What the fu*k IS that?

there are plenty of complex unanswered questions in science, but far fewer simple ones. Is there life on Mars? Nope. In the solar system? Not as we know it. Will intelligent computers take over the world? Maybe, but we are well passed the deadline and have failed to invent anything smarter than a toaster so far.

These and a few other questions were the staple of Science Fiction in its boom from the 20’s right through to the early seventies. The genre grew out of the simple human capacity for wonder, our capacity to look at a shining star in the night sky and say ‘What the fu*k IS that thing?’. That sense of wonder is the oldest motivator of stories, right from the ancient myths passed down to us through the millenia, that Science Fiction successfully caught hold of for many decades. But in more recent times Science Fiction has lost its grip on this sensawunda (as its known in the biz). For real genre fans specualation on the technological singularity or the pst-human experience still arouse such excitement, but the general readership the Science Fiction once captured so well have drifted further and further away.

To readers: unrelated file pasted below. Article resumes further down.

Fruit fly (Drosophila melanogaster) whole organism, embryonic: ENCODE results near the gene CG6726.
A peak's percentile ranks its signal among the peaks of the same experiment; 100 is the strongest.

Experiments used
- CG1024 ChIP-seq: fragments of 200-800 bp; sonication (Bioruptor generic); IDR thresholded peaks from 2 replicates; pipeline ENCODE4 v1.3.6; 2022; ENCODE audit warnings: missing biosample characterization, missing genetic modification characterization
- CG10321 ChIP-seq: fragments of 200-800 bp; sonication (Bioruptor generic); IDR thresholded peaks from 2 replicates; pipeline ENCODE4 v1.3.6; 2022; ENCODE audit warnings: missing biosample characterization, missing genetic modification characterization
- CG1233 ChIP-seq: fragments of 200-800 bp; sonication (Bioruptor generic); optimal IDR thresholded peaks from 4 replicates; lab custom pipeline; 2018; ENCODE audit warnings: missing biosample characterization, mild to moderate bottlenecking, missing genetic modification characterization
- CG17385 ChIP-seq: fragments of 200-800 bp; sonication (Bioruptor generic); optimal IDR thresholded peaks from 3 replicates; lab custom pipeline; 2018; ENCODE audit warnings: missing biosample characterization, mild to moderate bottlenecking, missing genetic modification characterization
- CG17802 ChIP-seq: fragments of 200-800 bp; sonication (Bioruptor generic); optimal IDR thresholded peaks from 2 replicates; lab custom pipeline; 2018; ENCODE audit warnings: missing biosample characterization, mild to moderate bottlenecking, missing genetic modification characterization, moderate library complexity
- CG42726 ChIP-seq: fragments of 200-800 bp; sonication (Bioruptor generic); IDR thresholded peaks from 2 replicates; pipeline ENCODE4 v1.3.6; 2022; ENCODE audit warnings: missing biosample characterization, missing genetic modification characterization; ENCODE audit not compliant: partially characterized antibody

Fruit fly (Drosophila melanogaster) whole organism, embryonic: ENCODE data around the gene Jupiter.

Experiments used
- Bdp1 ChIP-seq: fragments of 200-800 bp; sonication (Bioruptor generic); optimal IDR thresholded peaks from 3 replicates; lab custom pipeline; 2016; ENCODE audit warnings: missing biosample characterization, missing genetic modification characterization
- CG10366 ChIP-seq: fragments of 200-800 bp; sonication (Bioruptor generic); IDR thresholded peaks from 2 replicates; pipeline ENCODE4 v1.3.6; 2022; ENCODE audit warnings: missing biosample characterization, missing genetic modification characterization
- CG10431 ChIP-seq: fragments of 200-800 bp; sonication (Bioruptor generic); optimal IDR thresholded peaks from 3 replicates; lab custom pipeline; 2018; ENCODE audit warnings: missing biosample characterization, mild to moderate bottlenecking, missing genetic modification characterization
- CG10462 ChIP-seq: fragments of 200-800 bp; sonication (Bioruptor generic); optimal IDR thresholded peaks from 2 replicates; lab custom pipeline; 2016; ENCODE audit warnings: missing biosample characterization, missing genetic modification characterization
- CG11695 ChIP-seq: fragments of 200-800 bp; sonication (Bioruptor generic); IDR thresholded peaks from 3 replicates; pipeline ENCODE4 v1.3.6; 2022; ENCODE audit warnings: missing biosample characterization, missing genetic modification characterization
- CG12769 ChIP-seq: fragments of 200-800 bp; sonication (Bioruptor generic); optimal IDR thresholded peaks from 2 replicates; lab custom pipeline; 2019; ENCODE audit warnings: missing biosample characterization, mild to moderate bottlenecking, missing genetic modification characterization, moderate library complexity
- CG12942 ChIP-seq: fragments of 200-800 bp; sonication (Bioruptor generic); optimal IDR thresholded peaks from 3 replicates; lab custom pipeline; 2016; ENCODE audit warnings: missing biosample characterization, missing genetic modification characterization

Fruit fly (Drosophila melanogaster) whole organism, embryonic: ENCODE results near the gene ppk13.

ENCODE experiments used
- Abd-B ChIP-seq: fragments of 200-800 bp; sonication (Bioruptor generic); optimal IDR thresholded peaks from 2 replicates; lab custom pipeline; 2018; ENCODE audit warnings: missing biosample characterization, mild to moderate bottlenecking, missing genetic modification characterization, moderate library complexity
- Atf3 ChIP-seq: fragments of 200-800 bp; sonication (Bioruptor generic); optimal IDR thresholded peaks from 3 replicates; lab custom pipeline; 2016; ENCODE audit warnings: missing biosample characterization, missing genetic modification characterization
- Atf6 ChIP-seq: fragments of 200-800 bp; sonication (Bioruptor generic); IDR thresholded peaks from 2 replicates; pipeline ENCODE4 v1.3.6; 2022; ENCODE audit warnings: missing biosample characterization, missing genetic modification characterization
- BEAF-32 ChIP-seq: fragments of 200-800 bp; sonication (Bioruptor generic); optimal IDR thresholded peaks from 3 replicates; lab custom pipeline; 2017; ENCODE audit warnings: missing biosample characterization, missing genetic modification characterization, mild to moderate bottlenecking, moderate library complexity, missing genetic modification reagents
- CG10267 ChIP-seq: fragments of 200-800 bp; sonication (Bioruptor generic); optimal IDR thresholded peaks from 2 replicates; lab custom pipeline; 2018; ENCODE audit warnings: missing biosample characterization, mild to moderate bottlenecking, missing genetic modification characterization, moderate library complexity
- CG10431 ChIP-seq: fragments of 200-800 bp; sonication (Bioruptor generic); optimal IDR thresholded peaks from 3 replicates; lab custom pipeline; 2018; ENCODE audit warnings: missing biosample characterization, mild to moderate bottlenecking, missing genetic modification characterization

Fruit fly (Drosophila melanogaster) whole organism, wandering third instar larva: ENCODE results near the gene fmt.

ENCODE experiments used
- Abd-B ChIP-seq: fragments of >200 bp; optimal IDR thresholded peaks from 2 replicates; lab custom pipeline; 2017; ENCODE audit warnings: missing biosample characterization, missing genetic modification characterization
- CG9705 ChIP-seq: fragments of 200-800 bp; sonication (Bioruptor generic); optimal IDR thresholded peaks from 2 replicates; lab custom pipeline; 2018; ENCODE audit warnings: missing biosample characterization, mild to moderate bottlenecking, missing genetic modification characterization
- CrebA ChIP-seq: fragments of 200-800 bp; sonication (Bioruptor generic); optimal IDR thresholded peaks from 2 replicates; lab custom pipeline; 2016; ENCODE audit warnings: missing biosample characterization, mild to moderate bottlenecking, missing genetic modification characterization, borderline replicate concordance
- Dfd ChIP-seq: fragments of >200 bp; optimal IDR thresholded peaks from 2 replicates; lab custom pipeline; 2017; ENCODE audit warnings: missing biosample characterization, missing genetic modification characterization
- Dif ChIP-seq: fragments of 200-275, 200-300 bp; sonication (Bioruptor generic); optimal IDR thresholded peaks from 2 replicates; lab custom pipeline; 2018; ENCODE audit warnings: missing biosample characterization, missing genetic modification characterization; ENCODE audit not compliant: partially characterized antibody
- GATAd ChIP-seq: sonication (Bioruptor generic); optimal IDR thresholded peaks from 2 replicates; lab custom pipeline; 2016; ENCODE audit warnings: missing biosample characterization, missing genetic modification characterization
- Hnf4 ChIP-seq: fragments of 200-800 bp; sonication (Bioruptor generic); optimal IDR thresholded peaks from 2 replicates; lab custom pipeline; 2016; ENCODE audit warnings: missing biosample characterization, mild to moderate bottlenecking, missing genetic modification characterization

Well now some clever people called scientists have gone and discovered a fucking huge hole in the universe. Billions of light years accross, entirely devoid of planets, stars and galaxies, not even a speck of theoretical dark matter to plug the gap. Oh boy oh boy oh boy, it that doesn’t get you wondering then nothing will.

Get to it people, I want an exciting story on this submitted to Asimovs pronto!

Published by Damien Walter

Writer and storyteller. Contributor to The Guardian, Independent, BBC, Wired, Buzzfeed and Aeon magazine. Special forces librarian (retired). Teaches the Rhetoric of Story to over 35,000 students worldwide.


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